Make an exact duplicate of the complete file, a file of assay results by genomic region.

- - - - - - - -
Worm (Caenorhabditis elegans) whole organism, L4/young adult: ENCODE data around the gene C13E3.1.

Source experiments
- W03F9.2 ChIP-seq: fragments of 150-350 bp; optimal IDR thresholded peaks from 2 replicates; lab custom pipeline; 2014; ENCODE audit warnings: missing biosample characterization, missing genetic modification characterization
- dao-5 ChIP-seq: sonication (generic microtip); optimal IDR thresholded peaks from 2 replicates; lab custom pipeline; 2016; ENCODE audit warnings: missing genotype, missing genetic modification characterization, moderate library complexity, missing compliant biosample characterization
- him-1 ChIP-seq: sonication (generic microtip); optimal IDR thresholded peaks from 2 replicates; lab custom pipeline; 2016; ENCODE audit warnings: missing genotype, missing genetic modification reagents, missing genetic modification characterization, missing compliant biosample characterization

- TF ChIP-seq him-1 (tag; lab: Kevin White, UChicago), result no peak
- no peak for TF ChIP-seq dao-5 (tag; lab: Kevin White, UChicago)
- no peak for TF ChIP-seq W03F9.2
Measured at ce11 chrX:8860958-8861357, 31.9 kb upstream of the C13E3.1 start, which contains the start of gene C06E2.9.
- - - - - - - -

Worm (Caenorhabditis elegans) whole organism, L4/young adult: ENCODE data around the gene C13E3.1.

Source experiments
- W03F9.2 ChIP-seq: fragments of 150-350 bp; optimal IDR thresholded peaks from 2 replicates; lab custom pipeline; 2014; ENCODE audit warnings: missing biosample characterization, missing genetic modification characterization
- dao-5 ChIP-seq: sonication (generic microtip); optimal IDR thresholded peaks from 2 replicates; lab custom pipeline; 2016; ENCODE audit warnings: missing genotype, missing genetic modification characterization, moderate library complexity, missing compliant biosample characterization
- him-1 ChIP-seq: sonication (generic microtip); optimal IDR thresholded peaks from 2 replicates; lab custom pipeline; 2016; ENCODE audit warnings: missing genotype, missing genetic modification reagents, missing genetic modification characterization, missing compliant biosample characterization

- TF ChIP-seq him-1 (tag; lab: Kevin White, UChicago), result no peak
- no peak for TF ChIP-seq dao-5 (tag; lab: Kevin White, UChicago)
- no peak for TF ChIP-seq W03F9.2
Measured at ce11 chrX:8860958-8861357, 31.9 kb upstream of the C13E3.1 start, which contains the start of gene C06E2.9.